Tuesday, May 4, 2010

Exploit environment kitty-Kenya told




Written By:Rosalia Omungo    , Posted: Tue, May 04, 2010


Caption: Steiner said the concept of transition towards a green economy is part of the answer in dealing with food security.



The government has been urged to take advantage of the 30 billion dollar fund promised by the International Finance Corporation to increase the number of projects geared towards environment conservation.

UNEP Executive Direct Achim Steiner says the 30 billion dollar fund announced during Decembers' Copenhagen Climate Change Conference, and which is to be spread over a period of three years, should be utilized to accelerate efforts towards forest and natural resources conservation, as well as climate policy for renewable energy.

"It is for countries like Kenya to seize the opportunity to hold the international community accountable by saying, look we have projects, now fulfil your promise and become a development partner," he told KBC news

Steiner singled out the on going reclamation of the Mau Forest complex, the country's largest water tower that has undergone massive destruction.
He also commended efforts in natural resources conservation and the recently launched drive towards renewable energy.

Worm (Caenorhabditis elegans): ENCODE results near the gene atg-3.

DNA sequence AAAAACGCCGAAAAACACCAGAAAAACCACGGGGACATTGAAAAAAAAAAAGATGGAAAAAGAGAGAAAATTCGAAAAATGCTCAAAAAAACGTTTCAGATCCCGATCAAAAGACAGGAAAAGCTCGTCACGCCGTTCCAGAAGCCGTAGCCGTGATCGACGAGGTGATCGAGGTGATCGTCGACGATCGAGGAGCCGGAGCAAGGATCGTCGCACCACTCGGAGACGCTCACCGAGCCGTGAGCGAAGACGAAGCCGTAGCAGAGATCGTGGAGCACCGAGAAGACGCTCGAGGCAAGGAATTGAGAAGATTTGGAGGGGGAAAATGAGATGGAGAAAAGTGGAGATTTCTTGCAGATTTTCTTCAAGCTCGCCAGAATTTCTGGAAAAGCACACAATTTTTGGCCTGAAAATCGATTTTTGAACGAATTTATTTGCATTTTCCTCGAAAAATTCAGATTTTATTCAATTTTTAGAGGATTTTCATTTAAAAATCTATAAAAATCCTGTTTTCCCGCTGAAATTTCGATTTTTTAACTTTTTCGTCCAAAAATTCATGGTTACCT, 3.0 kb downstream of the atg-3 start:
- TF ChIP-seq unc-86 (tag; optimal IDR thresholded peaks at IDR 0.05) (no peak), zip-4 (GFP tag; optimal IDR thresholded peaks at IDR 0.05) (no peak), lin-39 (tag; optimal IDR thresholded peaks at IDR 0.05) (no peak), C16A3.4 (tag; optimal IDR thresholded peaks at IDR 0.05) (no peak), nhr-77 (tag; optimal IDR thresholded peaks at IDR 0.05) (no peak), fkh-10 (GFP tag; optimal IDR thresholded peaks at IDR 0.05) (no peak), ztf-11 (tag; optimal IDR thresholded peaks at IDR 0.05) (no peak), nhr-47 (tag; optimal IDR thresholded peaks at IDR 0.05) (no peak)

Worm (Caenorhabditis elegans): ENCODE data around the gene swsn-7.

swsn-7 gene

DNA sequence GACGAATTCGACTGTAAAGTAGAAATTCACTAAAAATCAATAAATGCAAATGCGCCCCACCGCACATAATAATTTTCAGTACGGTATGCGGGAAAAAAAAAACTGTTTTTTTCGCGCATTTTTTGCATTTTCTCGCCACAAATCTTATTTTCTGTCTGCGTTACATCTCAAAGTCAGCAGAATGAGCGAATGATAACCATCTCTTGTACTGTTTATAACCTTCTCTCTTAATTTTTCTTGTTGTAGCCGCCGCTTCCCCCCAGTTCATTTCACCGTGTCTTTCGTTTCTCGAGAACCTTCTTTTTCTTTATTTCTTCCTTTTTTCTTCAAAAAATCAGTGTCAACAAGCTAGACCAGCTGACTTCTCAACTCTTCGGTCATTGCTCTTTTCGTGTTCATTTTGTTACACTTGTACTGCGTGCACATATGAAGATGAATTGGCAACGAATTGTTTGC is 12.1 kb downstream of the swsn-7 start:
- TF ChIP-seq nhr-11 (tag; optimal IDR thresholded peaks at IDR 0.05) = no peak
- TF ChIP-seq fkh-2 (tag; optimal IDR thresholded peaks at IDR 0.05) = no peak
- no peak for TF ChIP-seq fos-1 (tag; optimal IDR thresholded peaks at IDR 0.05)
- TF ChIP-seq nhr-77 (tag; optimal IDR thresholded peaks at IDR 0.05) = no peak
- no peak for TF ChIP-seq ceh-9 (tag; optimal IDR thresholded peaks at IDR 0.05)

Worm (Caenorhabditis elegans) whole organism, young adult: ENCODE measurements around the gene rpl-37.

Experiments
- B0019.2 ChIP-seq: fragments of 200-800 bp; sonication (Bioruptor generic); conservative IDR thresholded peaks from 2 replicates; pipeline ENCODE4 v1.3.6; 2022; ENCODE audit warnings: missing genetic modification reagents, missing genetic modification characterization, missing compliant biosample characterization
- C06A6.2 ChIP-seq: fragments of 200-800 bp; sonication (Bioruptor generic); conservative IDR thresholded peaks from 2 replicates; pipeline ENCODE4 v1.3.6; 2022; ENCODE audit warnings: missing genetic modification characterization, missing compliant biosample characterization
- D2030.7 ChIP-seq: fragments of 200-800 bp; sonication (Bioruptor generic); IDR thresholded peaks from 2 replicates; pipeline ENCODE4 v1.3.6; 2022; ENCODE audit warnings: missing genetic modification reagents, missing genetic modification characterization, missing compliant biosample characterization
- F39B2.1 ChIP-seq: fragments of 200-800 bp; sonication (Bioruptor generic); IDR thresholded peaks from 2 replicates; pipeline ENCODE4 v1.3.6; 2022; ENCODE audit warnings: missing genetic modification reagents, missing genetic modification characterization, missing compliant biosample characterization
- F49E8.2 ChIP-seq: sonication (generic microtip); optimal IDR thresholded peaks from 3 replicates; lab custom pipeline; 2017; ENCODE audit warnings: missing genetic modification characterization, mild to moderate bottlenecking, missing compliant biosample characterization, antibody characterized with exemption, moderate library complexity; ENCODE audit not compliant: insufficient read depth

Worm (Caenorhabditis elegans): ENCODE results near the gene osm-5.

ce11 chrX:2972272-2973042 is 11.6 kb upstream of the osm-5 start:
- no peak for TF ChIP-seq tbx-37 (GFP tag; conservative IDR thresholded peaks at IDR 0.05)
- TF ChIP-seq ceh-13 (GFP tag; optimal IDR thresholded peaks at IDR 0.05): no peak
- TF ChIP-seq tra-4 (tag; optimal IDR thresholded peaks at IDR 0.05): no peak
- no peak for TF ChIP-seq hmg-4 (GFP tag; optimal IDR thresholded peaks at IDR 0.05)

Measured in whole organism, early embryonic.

Steiner noted the failure to reach a binding agreement by the final plenary of the COP 15 should provide even more impetus for developing countries more affected by the vagaries of climate change, to tap into useful resources both with development agencies and the private sector.

Steiner said the concept of transition towards a green economy is part of the answer in dealing with food security.
This move is part of Kenya's vision 2030.

Steiner was addressing leading agriculture and climate scientists, policymakers, farmers, and development experts from around the world who had gathered in Nairobi Tuesday, to focus on the threat of climate change to the global food supply.
Director General of the World Agroforestry Center (Icraf ) Dr. Dennis Garrity noted that the conference will culminate in the launch of a global historic program to enable farmers cope with climate change.

"There are many scientific problems that have to be addressed. And we have to think about ways that are unique, to be able to provide the core benefits of raising more food," he said.

The Conference on Climate Change, Agriculture, and Food Security comes in the wake of talks in Copenhagen last December, where high-level recognition of the link between climate change and food security was reinforced.

The meting also comes less than a month before negotiators reconvene in Bonn, Germany to continue discussions to reach consensus on a new global agreement for reducing greenhouse gas emissions and adapting to their impacts.

African leaders have been particularly frustrated by the failure of negotiators to give adequate attention to the food security-climate change connection and have joined other developing country officials in declaring: "no agriculture, no agreement."

Story Courtesy of  http://www.kbc.co.ke


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